Tony Blair's leadership
A five-minute primer on an issue making headlines
British Prime Minister Tony Blair has announced he will step down within 12 months, amid growing pressure from backbenchers and political rivals in his own Labour Party. Mr Blair started out as the darling of the party and even much of the media when he rid Britain of the increasingly detested Tory government in 1997, so, almost a decade later, why is everyone calling for his resignation? For one thing, Mr Blair's uncompromising support for the US war in Iraq hasn't won him many friends and he has been called George W. Bush's lap dog.
What's Mr Blair's background? How did he end up in politics?
Mr Blair was born in Scotland in 1953, the son of a barrister and lecturer, and spent his early years in Australia and Durham, England, before returning to Edinburgh at the age of 14 to study at the elite Fettes College before going to Oxford University to read law. Like Bill Clinton, he was a musician, playing bass guitar and singing in a rock group called the Ugly Rumours. He married Cherie Booth, a fellow lawyer, in 1980. They have four children. He was 30 when he entered politics, quickly made an impression and rose through the ranks, becoming shadow home secretary in 1992.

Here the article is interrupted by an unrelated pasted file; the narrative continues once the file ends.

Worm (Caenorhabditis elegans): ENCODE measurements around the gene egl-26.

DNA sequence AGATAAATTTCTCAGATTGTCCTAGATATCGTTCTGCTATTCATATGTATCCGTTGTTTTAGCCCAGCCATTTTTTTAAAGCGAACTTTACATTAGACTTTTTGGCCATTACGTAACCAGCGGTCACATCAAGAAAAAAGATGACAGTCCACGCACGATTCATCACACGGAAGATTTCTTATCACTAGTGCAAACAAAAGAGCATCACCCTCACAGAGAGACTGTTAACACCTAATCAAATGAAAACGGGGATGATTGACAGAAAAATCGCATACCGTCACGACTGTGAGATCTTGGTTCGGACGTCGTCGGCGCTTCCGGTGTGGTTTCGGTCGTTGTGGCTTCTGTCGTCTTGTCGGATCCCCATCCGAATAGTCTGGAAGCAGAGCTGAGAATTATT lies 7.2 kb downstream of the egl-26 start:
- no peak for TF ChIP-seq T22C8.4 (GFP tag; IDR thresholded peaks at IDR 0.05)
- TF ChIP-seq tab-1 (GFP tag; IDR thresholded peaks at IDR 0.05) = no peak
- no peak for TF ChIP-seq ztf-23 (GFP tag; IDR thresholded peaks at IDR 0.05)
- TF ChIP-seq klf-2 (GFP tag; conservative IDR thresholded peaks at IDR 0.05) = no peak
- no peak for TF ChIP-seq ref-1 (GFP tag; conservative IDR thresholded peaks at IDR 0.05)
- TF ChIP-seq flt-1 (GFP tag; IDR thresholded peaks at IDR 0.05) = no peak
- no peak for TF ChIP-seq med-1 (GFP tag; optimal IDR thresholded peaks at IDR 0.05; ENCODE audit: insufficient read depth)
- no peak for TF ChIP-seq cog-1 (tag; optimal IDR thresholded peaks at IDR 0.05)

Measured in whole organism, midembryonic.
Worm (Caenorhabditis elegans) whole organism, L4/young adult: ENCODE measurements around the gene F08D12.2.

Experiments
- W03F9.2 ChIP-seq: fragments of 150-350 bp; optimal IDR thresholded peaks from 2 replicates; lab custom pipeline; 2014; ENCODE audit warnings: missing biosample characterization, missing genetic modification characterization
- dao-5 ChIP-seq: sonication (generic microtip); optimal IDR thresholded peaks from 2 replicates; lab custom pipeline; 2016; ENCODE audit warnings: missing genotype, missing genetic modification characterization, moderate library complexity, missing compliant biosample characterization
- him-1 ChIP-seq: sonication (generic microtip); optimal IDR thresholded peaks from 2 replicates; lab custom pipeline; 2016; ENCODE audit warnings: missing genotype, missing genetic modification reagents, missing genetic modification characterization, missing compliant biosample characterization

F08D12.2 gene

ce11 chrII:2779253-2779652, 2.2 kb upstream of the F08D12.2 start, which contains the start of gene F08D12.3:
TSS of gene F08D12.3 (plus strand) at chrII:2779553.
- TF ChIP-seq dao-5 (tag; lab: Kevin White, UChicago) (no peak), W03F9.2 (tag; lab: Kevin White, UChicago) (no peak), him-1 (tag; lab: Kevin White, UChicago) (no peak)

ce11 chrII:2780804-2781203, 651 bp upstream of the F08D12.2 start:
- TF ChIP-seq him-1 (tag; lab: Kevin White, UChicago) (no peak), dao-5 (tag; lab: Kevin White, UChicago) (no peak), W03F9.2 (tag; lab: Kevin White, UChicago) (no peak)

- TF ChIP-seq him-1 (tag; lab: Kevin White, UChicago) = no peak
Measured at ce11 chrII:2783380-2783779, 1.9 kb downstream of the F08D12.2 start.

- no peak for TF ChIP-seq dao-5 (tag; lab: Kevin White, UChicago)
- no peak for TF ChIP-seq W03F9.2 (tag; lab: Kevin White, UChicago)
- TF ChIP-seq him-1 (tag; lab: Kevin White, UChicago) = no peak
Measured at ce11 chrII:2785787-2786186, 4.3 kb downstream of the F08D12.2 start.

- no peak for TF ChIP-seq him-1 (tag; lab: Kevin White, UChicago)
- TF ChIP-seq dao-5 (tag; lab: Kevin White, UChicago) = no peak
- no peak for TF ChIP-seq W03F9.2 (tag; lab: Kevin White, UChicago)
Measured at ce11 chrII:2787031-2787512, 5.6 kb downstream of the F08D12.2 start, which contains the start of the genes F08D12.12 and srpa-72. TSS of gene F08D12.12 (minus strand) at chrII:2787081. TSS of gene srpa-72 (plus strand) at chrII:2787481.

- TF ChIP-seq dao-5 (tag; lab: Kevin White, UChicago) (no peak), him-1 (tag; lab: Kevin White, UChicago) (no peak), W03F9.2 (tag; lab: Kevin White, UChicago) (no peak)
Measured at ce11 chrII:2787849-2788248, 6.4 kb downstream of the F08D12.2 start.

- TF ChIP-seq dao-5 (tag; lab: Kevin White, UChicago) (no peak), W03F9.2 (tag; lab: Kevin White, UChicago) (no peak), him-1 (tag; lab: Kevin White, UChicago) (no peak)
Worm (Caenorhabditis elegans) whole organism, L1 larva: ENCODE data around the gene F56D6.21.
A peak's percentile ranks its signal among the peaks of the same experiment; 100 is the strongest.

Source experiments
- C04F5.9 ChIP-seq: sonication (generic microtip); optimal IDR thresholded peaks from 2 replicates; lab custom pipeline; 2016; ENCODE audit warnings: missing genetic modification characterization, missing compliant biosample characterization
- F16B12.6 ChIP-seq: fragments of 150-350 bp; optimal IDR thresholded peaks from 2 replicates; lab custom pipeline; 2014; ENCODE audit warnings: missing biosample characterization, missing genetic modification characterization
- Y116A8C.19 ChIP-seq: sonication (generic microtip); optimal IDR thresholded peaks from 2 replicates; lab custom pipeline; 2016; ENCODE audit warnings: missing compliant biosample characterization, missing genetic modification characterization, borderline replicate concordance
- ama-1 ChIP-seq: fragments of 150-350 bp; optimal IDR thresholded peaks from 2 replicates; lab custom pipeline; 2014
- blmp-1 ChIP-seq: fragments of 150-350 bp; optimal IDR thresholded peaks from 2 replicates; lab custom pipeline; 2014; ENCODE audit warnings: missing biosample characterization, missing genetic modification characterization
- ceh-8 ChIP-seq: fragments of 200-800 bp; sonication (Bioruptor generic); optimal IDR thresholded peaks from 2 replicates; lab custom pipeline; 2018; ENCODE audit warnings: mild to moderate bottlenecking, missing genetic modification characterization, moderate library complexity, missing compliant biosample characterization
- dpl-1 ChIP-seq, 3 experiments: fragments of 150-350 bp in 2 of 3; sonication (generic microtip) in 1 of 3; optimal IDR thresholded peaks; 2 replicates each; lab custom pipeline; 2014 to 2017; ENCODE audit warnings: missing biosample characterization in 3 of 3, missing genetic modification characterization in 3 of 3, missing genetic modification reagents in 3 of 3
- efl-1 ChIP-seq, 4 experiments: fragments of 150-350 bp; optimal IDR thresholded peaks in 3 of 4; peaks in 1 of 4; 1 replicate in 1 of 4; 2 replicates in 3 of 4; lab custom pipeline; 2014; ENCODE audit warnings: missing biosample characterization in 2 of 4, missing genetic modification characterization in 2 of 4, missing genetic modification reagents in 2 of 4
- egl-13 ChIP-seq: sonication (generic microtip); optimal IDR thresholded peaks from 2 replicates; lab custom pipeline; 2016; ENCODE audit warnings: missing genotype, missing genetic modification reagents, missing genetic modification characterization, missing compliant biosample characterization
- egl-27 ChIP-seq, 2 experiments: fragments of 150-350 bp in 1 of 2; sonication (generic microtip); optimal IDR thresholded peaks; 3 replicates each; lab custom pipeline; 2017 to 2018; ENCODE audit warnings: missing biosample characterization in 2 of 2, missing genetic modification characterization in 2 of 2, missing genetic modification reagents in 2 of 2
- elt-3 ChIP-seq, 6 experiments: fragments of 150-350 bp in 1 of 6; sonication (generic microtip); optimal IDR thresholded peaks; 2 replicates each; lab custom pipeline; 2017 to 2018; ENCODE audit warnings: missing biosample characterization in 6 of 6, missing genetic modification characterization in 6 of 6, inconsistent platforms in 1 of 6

How did he come to be leader of the Labour Party so quickly?
Labour was trounced in four successive elections and when it was decided that the party's quirky Welsh leader, Neil Kinnock, was a liability, he was replaced by John Smith, who seemed destined to lead it to victory. But Smith died of a heart attack in 1994 and Mr Blair was chosen to succeed him by a huge majority of party members.
Didn't the Labour Party change a lot under him?
Dramatically so - to the point where it's often referred to as 'Tory lite'. Mr Blair quickly distanced Labour from its socialist past and the trade unions, moving it to the centre of British politics. In 1997, the party won by its biggest majority ever, with Mr Blair, at the age of 43, the youngest prime minister since Lord Liverpool in 1812. Four years later, Labour won another landslide victory. It won last year by a smaller margin.
What's brought about his unpopularity?
In 2003, a million protesters took to the streets of Britain to protest against the country's plan to invade Iraq along with the US. But Mr Blair ploughed ahead. He recently tried to introduce some very tough anti-terrorism laws, but they were voted down and several in his own party voted against them. This summer the 'loans for peerages' scandal erupted when it emerged that some very rich individuals who had made big donations to the Labour Party had received knighthoods and other titles. Scotland Yard is investigating.
So he finds himself on the brink of resignation?
He said he would step down within the next year but refused to name a date. It is believed he wants to pass his 10th anniversary in 10 Downing Street, but some are calling for him to resign by the new year.
What happens now?
Some think Mr Blair will hang on until a successor other than Chancellor of the Exchequer Gordon Brown can be found. There's not a lot of love lost between the two men, with British newspaper The Times describing their relationship as 'the contempt that dare not speak its name'.